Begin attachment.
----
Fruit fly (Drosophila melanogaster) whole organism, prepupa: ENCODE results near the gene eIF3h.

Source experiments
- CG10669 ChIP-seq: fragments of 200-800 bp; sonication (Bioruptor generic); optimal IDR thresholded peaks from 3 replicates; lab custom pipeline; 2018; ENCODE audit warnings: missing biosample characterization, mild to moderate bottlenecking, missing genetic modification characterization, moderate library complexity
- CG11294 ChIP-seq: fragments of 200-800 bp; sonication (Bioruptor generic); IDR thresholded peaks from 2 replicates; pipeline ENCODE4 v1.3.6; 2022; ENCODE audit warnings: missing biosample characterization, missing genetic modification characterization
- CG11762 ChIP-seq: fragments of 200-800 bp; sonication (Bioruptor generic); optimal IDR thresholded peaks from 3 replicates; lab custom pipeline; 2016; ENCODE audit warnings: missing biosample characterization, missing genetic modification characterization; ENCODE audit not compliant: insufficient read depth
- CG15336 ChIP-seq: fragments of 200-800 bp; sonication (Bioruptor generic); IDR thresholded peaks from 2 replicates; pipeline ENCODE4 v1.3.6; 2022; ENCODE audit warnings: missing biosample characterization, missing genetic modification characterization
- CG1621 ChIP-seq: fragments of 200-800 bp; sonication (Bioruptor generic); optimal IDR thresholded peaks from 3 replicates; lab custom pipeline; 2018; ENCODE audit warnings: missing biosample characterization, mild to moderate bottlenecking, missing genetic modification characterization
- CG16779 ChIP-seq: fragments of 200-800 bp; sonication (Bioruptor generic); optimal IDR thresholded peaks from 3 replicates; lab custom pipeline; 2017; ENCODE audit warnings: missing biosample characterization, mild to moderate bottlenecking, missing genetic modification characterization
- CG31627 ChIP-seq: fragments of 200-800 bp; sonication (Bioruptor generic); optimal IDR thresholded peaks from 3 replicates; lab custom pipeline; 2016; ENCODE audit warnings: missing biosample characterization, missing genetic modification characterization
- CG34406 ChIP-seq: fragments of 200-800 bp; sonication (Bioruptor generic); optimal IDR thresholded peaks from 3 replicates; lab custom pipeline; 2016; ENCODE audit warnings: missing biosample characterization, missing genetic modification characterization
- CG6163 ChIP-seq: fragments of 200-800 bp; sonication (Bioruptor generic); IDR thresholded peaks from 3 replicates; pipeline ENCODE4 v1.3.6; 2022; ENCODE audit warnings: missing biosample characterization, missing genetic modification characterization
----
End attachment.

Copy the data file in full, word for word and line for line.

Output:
Fruit fly (Drosophila melanogaster) whole organism, prepupa: ENCODE results near the gene eIF3h.

Source experiments
- CG10669 ChIP-seq: fragments of 200-800 bp; sonication (Bioruptor generic); optimal IDR thresholded peaks from 3 replicates; lab custom pipeline; 2018; ENCODE audit warnings: missing biosample characterization, mild to moderate bottlenecking, missing genetic modification characterization, moderate library complexity
- CG11294 ChIP-seq: fragments of 200-800 bp; sonication (Bioruptor generic); IDR thresholded peaks from 2 replicates; pipeline ENCODE4 v1.3.6; 2022; ENCODE audit warnings: missing biosample characterization, missing genetic modification characterization
- CG11762 ChIP-seq: fragments of 200-800 bp; sonication (Bioruptor generic); optimal IDR thresholded peaks from 3 replicates; lab custom pipeline; 2016; ENCODE audit warnings: missing biosample characterization, missing genetic modification characterization; ENCODE audit not compliant: insufficient read depth
- CG15336 ChIP-seq: fragments of 200-800 bp; sonication (Bioruptor generic); IDR thresholded peaks from 2 replicates; pipeline ENCODE4 v1.3.6; 2022; ENCODE audit warnings: missing biosample characterization, missing genetic modification characterization
- CG1621 ChIP-seq: fragments of 200-800 bp; sonication (Bioruptor generic); optimal IDR thresholded peaks from 3 replicates; lab custom pipeline; 2018; ENCODE audit warnings: missing biosample characterization, mild to moderate bottlenecking, missing genetic modification characterization
- CG16779 ChIP-seq: fragments of 200-800 bp; sonication (Bioruptor generic); optimal IDR thresholded peaks from 3 replicates; lab custom pipeline; 2017; ENCODE audit warnings: missing biosample characterization, mild to moderate bottlenecking, missing genetic modification characterization
- CG31627 ChIP-seq: fragments of 200-800 bp; sonication (Bioruptor generic); optimal IDR thresholded peaks from 3 replicates; lab custom pipeline; 2016; ENCODE audit warnings: missing biosample characterization, missing genetic modification characterization
- CG34406 ChIP-seq: fragments of 200-800 bp; sonication (Bioruptor generic); optimal IDR thresholded peaks from 3 replicates; lab custom pipeline; 2016; ENCODE audit warnings: missing biosample characterization, missing genetic modification characterization
- CG6163 ChIP-seq: fragments of 200-800 bp; sonication (Bioruptor generic); IDR thresholded peaks from 3 replicates; pipeline ENCODE4 v1.3.6; 2022; ENCODE audit warnings: missing biosample characterization, missing genetic modification characterization